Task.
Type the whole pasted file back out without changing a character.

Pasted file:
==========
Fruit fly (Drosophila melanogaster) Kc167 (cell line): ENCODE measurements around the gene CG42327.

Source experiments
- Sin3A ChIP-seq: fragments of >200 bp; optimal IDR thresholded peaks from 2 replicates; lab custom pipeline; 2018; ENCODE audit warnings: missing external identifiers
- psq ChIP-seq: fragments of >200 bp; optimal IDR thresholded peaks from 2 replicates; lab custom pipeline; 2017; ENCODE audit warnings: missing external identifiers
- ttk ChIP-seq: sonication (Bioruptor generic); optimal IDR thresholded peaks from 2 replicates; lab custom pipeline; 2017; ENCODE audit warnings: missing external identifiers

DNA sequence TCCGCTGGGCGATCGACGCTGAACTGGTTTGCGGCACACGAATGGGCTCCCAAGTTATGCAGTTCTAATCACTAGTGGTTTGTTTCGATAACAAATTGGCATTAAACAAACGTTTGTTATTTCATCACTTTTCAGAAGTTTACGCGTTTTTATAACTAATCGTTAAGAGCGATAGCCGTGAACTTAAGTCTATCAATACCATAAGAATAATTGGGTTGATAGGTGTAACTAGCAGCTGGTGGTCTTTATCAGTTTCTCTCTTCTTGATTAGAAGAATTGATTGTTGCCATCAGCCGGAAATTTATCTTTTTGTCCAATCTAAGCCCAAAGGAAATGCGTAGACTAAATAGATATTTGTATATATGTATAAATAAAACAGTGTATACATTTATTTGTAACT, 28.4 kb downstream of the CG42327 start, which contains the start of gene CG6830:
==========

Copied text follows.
Fruit fly (Drosophila melanogaster) Kc167 (cell line): ENCODE measurements around the gene CG42327.

Source experiments
- Sin3A ChIP-seq: fragments of >200 bp; optimal IDR thresholded peaks from 2 replicates; lab custom pipeline; 2018; ENCODE audit warnings: missing external identifiers
- psq ChIP-seq: fragments of >200 bp; optimal IDR thresholded peaks from 2 replicates; lab custom pipeline; 2017; ENCODE audit warnings: missing external identifiers
- ttk ChIP-seq: sonication (Bioruptor generic); optimal IDR thresholded peaks from 2 replicates; lab custom pipeline; 2017; ENCODE audit warnings: missing external identifiers

DNA sequence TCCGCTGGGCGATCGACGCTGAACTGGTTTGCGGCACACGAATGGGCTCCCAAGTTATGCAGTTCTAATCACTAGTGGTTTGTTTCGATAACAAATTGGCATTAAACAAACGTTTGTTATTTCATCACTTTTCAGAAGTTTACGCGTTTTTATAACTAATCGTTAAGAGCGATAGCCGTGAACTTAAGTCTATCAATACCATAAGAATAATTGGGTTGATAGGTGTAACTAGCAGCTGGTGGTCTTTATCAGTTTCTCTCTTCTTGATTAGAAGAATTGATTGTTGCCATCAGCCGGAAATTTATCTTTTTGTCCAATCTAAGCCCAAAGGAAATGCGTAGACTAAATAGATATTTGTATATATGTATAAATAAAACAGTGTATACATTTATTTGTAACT, 28.4 kb downstream of the CG42327 start, which contains the start of gene CG6830: